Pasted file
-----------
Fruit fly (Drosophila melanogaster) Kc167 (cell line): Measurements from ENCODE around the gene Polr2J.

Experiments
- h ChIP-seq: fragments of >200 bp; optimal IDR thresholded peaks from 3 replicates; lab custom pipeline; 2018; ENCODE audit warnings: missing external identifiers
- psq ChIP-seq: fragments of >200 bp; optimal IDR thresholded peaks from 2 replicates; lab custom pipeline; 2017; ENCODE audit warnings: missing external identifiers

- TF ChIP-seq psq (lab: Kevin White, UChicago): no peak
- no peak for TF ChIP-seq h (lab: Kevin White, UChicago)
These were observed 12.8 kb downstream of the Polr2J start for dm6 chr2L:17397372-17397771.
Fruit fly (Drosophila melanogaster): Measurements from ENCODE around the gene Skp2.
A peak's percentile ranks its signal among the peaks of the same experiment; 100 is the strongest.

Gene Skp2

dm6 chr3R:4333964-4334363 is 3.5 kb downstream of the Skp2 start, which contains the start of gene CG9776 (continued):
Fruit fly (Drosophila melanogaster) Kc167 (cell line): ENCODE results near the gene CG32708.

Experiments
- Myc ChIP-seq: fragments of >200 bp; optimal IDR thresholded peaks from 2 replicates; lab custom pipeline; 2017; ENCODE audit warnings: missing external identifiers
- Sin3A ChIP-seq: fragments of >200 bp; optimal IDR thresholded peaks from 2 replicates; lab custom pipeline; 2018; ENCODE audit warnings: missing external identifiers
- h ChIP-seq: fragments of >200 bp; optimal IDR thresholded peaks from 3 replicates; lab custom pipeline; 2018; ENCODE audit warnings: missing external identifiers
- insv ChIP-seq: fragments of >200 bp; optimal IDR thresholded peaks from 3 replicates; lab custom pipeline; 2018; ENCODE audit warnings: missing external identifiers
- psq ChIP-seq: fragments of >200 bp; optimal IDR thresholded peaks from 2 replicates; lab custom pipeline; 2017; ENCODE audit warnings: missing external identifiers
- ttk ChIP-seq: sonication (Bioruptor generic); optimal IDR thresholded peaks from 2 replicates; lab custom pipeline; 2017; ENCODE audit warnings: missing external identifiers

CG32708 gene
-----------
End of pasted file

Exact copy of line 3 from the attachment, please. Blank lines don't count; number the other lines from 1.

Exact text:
- h ChIP-seq: fragments of >200 bp; optimal IDR thresholded peaks from 3 replicates; lab custom pipeline; 2018; ENCODE audit warnings: missing external identifiers